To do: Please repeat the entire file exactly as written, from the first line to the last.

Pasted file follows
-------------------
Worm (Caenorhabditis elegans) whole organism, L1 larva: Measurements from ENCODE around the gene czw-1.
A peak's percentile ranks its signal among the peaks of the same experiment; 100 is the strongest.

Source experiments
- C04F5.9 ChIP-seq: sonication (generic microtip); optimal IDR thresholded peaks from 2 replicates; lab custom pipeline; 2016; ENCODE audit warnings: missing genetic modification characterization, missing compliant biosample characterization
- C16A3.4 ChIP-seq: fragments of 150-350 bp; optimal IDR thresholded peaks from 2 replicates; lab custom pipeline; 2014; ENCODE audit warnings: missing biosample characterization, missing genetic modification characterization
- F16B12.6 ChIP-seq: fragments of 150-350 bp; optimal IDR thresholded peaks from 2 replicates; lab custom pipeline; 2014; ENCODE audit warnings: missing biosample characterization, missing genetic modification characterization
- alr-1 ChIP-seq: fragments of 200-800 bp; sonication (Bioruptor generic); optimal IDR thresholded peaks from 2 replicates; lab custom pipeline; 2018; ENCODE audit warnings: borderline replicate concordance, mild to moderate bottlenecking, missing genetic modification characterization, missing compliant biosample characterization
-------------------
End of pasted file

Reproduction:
Worm (Caenorhabditis elegans) whole organism, L1 larva: Measurements from ENCODE around the gene czw-1.
A peak's percentile ranks its signal among the peaks of the same experiment; 100 is the strongest.

Source experiments
- C04F5.9 ChIP-seq: sonication (generic microtip); optimal IDR thresholded peaks from 2 replicates; lab custom pipeline; 2016; ENCODE audit warnings: missing genetic modification characterization, missing compliant biosample characterization
- C16A3.4 ChIP-seq: fragments of 150-350 bp; optimal IDR thresholded peaks from 2 replicates; lab custom pipeline; 2014; ENCODE audit warnings: missing biosample characterization, missing genetic modification characterization
- F16B12.6 ChIP-seq: fragments of 150-350 bp; optimal IDR thresholded peaks from 2 replicates; lab custom pipeline; 2014; ENCODE audit warnings: missing biosample characterization, missing genetic modification characterization
- alr-1 ChIP-seq: fragments of 200-800 bp; sonication (Bioruptor generic); optimal IDR thresholded peaks from 2 replicates; lab custom pipeline; 2018; ENCODE audit warnings: borderline replicate concordance, mild to moderate bottlenecking, missing genetic modification characterization, missing compliant biosample characterization